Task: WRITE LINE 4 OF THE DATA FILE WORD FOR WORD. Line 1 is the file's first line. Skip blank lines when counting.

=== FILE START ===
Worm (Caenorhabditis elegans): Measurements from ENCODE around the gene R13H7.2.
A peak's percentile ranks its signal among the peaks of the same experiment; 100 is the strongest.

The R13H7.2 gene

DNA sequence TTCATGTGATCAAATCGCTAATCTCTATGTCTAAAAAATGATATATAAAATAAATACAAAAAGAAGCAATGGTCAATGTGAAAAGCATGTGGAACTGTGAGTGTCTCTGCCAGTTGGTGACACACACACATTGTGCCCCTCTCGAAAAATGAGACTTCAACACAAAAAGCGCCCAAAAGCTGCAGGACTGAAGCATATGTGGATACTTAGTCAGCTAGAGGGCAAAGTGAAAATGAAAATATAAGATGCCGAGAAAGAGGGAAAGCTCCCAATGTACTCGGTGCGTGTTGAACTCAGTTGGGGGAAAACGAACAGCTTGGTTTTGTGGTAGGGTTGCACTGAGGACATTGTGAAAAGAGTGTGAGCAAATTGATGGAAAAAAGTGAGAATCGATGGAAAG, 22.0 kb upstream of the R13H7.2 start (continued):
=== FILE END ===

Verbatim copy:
DNA sequence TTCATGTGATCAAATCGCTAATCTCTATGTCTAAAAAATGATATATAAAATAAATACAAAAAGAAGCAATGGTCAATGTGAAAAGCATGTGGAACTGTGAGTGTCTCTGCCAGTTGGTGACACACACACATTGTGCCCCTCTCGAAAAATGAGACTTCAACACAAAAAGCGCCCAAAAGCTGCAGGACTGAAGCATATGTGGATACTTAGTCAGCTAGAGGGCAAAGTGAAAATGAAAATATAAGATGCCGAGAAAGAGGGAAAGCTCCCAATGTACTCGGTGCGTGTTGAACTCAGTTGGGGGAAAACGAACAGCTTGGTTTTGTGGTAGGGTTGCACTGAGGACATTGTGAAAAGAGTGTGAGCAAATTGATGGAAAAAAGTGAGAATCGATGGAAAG, 22.0 kb upstream of the R13H7.2 start (continued):